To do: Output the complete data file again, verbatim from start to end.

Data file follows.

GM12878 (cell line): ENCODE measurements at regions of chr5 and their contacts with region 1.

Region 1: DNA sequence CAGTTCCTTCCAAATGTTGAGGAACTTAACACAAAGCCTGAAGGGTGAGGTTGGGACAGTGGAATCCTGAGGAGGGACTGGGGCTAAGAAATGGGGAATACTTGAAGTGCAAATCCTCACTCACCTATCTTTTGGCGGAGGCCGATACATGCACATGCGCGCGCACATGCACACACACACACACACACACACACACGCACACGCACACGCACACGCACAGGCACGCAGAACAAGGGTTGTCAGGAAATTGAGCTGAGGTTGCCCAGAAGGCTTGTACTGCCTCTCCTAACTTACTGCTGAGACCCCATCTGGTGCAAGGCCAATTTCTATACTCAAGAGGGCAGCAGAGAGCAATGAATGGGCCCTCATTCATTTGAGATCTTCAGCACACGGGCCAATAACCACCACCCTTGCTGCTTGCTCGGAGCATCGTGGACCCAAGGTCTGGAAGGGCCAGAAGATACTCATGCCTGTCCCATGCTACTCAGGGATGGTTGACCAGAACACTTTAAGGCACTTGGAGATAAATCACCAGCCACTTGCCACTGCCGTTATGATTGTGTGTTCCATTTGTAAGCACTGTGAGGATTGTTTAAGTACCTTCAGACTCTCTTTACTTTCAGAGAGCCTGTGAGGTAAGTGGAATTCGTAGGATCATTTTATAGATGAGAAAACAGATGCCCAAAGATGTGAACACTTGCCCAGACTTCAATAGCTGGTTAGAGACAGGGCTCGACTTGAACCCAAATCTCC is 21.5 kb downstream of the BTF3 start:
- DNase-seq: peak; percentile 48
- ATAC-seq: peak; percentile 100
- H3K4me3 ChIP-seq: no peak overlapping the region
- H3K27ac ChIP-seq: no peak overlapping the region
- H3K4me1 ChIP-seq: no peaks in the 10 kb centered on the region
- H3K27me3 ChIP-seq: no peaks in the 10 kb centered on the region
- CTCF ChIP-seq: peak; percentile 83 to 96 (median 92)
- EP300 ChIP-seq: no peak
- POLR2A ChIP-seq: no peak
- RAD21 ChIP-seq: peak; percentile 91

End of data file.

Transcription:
GM12878 (cell line): ENCODE measurements at regions of chr5 and their contacts with region 1.

Region 1: DNA sequence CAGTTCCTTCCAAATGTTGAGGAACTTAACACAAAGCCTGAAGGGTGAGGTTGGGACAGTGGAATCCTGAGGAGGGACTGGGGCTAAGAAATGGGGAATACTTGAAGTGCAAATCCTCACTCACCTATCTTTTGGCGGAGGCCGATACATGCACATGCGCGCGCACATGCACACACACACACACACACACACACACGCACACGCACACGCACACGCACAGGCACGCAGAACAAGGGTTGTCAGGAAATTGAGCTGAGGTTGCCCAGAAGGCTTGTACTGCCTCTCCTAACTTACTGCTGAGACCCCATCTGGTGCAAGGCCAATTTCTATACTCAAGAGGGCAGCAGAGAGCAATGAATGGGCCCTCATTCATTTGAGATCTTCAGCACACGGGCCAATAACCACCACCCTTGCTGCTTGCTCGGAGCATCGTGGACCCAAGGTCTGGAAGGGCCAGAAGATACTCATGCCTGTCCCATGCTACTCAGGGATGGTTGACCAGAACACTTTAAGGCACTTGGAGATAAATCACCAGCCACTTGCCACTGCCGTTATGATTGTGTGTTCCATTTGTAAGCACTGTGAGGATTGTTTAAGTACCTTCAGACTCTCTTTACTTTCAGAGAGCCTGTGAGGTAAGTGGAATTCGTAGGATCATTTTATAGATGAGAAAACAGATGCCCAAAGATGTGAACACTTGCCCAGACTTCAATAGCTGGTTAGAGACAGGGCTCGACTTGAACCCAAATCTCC is 21.5 kb downstream of the BTF3 start:
- DNase-seq: peak; percentile 48
- ATAC-seq: peak; percentile 100
- H3K4me3 ChIP-seq: no peak overlapping the region
- H3K27ac ChIP-seq: no peak overlapping the region
- H3K4me1 ChIP-seq: no peaks in the 10 kb centered on the region
- H3K27me3 ChIP-seq: no peaks in the 10 kb centered on the region
- CTCF ChIP-seq: peak; percentile 83 to 96 (median 92)
- EP300 ChIP-seq: no peak
- POLR2A ChIP-seq: no peak
- RAD21 ChIP-seq: peak; percentile 91